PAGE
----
Bureaucratic discretion can be both good and bad from the standpoint of public sector management.
A bureaucracy is an organization that is supposed to function on the basis of rules. The rules are to be set at higher levels of the bureaucracy and are then supposed to be carried out by the people at the lower levels. In the ideal form of a bureaucracy, the people on the lower levels do not have discretion. They simply carry out policies set by those above them.
From a management perspective, it could be a bad thing if the lower-level bureaucrats had discretion. If they have discretion, they can use it in ways that management does not like. This can reduce the ability of management to implement the policies that it wants. In that way, then, bureaucratic discretion is a bad thing with respect to management.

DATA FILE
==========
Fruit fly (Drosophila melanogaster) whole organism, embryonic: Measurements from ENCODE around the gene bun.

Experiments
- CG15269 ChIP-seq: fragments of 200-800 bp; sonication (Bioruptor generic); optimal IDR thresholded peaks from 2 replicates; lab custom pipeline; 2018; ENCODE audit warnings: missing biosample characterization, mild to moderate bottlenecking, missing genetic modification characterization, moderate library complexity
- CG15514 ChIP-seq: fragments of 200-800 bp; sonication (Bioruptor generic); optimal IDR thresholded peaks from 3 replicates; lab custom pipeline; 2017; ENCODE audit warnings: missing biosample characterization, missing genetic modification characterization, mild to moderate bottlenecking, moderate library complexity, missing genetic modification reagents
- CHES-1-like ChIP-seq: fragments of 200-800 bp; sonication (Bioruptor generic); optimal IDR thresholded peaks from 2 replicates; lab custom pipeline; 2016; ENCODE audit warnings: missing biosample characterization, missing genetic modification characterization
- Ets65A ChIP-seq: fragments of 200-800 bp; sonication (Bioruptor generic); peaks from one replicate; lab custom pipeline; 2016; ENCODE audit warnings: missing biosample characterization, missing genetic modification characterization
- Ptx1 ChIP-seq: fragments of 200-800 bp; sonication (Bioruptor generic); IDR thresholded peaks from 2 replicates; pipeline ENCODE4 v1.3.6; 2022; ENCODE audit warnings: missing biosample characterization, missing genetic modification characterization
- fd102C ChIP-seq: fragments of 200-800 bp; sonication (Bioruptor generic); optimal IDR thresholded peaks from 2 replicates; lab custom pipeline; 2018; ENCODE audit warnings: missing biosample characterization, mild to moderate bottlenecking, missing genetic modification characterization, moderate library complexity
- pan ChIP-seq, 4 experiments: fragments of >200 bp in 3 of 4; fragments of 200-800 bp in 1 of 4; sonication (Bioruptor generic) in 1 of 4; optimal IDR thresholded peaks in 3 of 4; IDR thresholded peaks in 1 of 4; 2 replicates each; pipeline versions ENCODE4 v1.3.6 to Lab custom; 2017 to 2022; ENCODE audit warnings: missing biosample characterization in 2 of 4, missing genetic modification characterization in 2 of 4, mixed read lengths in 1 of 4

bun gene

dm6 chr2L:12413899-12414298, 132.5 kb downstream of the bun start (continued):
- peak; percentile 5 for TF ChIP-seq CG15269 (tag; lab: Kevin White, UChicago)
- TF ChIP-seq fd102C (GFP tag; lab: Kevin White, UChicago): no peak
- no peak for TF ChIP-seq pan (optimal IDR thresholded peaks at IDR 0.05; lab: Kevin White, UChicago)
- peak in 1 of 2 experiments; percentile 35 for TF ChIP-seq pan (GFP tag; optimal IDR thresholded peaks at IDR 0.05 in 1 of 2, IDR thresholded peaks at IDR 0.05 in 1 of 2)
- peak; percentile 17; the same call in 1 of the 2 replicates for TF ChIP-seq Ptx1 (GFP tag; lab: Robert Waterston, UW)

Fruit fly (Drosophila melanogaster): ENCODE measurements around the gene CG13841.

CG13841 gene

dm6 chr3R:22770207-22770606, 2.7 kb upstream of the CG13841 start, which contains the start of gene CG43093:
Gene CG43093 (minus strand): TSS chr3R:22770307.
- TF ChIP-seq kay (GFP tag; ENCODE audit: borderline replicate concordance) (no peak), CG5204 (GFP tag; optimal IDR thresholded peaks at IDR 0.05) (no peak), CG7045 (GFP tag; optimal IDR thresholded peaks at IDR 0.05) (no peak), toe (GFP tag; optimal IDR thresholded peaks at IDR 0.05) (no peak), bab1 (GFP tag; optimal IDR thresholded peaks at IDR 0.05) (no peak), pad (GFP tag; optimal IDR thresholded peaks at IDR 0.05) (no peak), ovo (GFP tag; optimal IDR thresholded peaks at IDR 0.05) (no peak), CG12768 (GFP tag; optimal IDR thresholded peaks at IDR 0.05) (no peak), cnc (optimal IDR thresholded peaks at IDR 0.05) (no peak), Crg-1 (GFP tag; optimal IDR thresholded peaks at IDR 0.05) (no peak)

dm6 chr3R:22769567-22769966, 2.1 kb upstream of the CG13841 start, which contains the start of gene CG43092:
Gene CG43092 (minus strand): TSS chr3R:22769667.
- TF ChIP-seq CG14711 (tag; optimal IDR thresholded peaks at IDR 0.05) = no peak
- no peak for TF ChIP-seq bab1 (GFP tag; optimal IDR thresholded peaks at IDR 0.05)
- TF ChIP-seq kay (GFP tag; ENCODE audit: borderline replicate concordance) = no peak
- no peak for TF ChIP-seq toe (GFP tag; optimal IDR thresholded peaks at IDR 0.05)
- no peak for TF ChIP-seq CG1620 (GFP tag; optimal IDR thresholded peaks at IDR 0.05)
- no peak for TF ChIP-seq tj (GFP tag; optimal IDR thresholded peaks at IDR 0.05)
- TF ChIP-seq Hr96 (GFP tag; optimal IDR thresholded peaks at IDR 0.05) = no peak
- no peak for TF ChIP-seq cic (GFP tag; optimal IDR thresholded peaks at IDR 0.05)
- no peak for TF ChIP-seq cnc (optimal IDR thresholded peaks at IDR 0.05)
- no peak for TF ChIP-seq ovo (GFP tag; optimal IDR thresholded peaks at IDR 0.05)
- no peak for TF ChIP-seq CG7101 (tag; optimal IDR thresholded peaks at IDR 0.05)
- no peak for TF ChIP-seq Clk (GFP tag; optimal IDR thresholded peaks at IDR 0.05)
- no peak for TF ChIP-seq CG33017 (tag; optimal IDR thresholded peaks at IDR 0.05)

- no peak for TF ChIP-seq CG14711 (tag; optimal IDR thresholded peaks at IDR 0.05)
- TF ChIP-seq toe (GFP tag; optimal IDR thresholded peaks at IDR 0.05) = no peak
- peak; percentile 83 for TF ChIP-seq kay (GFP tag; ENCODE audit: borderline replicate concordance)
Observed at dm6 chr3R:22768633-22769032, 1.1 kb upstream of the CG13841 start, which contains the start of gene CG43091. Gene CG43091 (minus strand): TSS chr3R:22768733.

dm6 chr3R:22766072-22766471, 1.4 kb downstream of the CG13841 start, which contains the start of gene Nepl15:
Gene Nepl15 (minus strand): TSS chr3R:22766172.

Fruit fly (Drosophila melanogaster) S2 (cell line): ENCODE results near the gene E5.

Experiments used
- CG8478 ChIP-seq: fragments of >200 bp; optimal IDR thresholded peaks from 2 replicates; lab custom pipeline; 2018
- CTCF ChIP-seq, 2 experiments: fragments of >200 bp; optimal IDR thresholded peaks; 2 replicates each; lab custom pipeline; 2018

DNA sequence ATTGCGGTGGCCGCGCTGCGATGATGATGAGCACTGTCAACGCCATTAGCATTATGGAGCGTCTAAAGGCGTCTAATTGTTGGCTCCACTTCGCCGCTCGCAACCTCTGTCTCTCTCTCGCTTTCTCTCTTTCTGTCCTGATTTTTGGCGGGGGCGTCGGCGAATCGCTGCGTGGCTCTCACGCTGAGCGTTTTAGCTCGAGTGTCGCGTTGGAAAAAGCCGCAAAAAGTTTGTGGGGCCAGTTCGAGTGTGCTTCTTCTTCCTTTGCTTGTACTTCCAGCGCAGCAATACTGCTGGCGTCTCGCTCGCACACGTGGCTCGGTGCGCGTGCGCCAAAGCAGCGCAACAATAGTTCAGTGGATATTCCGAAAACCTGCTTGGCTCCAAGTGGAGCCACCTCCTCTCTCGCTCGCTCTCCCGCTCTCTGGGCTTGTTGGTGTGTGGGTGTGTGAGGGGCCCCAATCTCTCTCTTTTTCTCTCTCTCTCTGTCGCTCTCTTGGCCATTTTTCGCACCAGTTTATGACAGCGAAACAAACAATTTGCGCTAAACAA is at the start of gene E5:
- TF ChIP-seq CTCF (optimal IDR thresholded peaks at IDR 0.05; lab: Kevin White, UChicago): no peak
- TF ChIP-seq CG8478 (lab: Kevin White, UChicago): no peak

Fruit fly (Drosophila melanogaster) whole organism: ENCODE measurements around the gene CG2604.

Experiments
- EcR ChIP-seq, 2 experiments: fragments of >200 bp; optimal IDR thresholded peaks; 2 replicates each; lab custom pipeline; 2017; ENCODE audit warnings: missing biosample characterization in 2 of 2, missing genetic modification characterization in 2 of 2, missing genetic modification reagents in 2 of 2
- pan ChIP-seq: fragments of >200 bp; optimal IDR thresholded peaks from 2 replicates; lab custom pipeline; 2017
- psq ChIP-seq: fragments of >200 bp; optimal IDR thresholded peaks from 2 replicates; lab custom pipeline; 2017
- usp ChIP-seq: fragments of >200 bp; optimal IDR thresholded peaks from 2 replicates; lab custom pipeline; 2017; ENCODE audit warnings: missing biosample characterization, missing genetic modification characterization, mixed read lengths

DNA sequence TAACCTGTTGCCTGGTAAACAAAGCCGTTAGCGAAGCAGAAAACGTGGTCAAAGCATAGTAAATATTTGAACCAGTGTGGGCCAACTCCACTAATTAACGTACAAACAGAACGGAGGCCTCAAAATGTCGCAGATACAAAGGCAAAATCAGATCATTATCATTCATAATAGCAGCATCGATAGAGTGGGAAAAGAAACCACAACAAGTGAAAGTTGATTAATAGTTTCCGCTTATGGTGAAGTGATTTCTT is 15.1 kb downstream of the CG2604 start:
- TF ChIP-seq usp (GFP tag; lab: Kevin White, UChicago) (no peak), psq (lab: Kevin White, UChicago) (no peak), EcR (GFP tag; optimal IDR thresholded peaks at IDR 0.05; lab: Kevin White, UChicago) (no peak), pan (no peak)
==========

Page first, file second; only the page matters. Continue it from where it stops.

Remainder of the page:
However, it is also possible that bureaucratic discretion will be a good thing. This will likely be true if the goal of the management is to satisfy its “customers.” When lower-level bureaucrats have discretion, they often use it to bend rules to help customers. Rather than sticking rigidly to the exact rules, they can be lenient when it is warranted. This will typically result in greater customer satisfaction, which should be something that management desires.
Thus, bureaucratic discretion can lead to less control for the upper levels of the bureaucracy, but it can increase customer satisfaction.